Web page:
Are Pacifiers Good For Babies?

By Tracy Wright

Pacis, loveys, binkeys, babas—they are known by many names (known as “wubby” among my kids), but all refer to the infamous pacifier. The pacifier is an instrument that allows your baby to self-soothe by sucking. According to the National Institute of Health, babies are born wanting to suck, and many may even suck on their fingers or thumbs while in utero. According to Healthline, after birth, “the baby will begin to suck when this area is stimulated, which helps with nursing or bottle feeding.”

Still Controversial

But pacifiers can also be a controversial topic among parents and as helpful and cute as they may look, pacifiers can also be a controversial topic among parents and medical professionals who tout the benefits and drawbacks of the instrument. One thing most agree on is that pacifiers are not harmful, especially in the first year of a child’s life. The American Academy of Pediatrics (AAP) actually points to evidence that says pacifiers can actually prevent SIDS (sudden infant death syndrome) in babies.

Pacifier Do’s and  Do Not’s

Even in the first year of life, there are some definite do’s and don’ts when using pacifiers:

• Never use pacifiers instead of feeding.

• Try to establish regular breast or bottle feeding before using a pacifier.

• Do not tie pacifiers to a crib or baby’s neck, as this could be a choking hazard for the baby.

• Only use pacifiers that are approved by your pediatrician (for example, do not use the top of a bottle as a pacifier).

• Pacifiers should be regularly sterilized ,and parents should check that they are intact without any broken pieces.

“The shield between the nipple and the ring should be at least 1-1⁄2 inches (3.8 cm) across, so the infant cannot take the entire pacifier into her mouth. Also, the shield should be made of firm plastic with ventilation holes,” according to the AAP.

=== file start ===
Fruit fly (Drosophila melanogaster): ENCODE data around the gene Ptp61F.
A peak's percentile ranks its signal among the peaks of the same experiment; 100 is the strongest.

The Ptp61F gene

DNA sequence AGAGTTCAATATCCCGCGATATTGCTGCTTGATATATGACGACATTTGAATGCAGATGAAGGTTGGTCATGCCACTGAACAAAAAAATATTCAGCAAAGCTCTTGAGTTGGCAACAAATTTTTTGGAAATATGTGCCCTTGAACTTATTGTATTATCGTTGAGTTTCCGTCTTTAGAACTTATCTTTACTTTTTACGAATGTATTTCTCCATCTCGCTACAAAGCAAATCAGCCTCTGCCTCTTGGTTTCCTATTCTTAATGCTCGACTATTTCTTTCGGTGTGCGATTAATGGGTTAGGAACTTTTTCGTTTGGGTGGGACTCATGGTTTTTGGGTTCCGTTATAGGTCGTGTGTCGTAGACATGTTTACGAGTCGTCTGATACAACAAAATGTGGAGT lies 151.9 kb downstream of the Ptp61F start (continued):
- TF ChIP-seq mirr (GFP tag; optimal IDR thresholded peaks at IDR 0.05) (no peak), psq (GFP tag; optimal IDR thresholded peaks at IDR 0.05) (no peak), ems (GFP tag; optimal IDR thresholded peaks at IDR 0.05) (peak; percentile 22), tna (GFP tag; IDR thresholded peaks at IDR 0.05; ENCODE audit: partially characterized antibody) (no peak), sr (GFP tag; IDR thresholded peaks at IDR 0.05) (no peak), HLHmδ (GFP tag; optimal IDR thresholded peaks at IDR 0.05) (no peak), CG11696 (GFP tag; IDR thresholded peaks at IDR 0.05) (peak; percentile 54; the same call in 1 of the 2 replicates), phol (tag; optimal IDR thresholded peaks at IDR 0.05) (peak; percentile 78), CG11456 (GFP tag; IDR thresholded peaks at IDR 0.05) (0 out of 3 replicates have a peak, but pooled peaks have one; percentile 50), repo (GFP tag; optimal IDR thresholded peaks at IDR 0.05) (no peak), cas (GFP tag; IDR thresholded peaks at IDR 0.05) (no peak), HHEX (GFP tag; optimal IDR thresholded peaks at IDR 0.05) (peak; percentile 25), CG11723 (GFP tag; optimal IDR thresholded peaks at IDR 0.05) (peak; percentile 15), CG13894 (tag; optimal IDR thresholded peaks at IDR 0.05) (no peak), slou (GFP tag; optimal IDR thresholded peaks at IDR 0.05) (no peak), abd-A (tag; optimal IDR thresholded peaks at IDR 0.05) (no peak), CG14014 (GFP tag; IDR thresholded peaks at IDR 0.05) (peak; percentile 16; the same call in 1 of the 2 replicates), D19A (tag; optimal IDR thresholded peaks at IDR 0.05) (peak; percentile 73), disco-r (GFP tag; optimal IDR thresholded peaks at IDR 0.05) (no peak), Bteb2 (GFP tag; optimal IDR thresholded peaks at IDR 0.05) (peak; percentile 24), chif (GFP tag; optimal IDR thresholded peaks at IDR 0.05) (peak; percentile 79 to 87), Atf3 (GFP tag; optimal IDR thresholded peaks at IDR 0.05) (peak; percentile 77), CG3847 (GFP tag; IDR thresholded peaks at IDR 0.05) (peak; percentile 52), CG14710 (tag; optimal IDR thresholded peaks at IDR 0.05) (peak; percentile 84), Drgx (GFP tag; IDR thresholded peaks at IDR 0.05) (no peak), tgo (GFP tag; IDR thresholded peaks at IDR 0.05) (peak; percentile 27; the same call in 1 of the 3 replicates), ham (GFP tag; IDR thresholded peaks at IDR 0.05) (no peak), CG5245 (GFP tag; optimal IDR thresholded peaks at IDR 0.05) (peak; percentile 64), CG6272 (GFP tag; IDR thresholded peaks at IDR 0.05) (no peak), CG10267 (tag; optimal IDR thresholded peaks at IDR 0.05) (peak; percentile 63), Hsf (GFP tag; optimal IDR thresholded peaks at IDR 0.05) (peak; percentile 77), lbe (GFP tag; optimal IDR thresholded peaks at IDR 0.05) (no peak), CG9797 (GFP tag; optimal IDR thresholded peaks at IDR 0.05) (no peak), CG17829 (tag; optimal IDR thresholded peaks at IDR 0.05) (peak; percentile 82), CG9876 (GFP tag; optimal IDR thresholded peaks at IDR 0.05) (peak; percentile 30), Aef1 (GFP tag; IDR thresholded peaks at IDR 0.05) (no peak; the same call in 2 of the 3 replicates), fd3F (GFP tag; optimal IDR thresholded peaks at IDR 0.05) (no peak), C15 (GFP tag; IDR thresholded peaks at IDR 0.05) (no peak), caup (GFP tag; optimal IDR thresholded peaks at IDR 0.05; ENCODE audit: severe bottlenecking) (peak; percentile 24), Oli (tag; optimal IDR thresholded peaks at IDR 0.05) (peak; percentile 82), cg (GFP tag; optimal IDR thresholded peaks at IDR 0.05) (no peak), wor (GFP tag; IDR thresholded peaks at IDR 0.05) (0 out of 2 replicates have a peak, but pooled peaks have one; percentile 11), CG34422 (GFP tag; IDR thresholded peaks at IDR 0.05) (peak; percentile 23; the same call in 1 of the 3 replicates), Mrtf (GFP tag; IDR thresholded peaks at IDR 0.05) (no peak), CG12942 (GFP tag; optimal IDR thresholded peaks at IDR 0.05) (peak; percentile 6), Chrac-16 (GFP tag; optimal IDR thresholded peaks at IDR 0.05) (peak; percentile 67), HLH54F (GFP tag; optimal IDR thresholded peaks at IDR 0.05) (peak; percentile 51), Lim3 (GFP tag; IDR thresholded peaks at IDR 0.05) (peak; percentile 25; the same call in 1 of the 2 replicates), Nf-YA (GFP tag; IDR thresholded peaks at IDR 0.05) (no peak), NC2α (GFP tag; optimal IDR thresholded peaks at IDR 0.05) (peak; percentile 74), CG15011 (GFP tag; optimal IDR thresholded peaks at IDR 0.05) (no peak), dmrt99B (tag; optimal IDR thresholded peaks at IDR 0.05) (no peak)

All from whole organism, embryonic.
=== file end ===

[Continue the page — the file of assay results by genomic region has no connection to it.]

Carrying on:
How Long to Use Pacifier

It is generally accepted that pacifiers in the first year of a child’s life are good for self-soothing a baby. However, once a child turns 1, the debate becomes a bit ruffled. For example, pacifier use is sometimes tied to delayed speech development, although there has not been conclusive studies to prove this.

“As a speech language pathologist, I think they are the worst! They can delay speech development,” said Lauren Brewer, a speech language pathologist in the Orange County school system. “Kids can’t develop normal speech patterns if there is an object in their mouths for years. I am all about them for the first year for soothing. After that it has to go. They need to be taken away at after year one.”

Pacifiers can also cause dental problems if used for too long long. “One of the most well-known risks from pacifier overuse is a misaligned bite. This can include a crossbite, an open bite, or other types of malocclusions,” according to Healthline. “In particular, these dental issues are more commonly seen when older children are still using pacifiers. Prolonged pacifier use may force a child’s teeth to move and can even change the shape of the roof of their mouth to accommodate the constant presence of a foreign object.”

No Two Kids Are the Same

However, parents also claim that these experiences vary across children. Chances are if you kid needs braces, that won’t change, but prolonged pacifier use may make it worse.

“My older two children were heavy paci users,” said mom Erin Wolfe. “My youngest struggled with bottle nipples, never took a paci, had a speech delay and now needs the most extensive orthodontic work.”

Most medical professionals recommend that you try and stop pacifier use by 12-18 months of age. Involve your child in the process to give up the pacifier.

The National Institutes of Health recommends the following:

• “Limit the time you allow your child to use a pacifier. Use it only for sleep time and comfort until about 12 months old and then plan to give it up.

• Never use punishment to force your child to give up using a pacifier.

• Start a reward chart to mark your child’s progress.

• Praise your child when your child has given up the pacifier and tell them you are proud that they are growing up .”

And I will be quite honest as a mom here. Both of my kids were not fully done with their pacifiers until 4 years old. But after 1-2 years old, we did limit it extensively. I would not allow them to just always have it in their mouths and by the time we got to 3 years old, it was strictly used for bedtimes. Often what I would find is they mostly stopped using it after they fell asleep anyways.

Just like everything else with parenting, the use of pacifiers is very individualized for each child. When in doubt, talk to your pediatrician to make sure you are following all medical guidelines.


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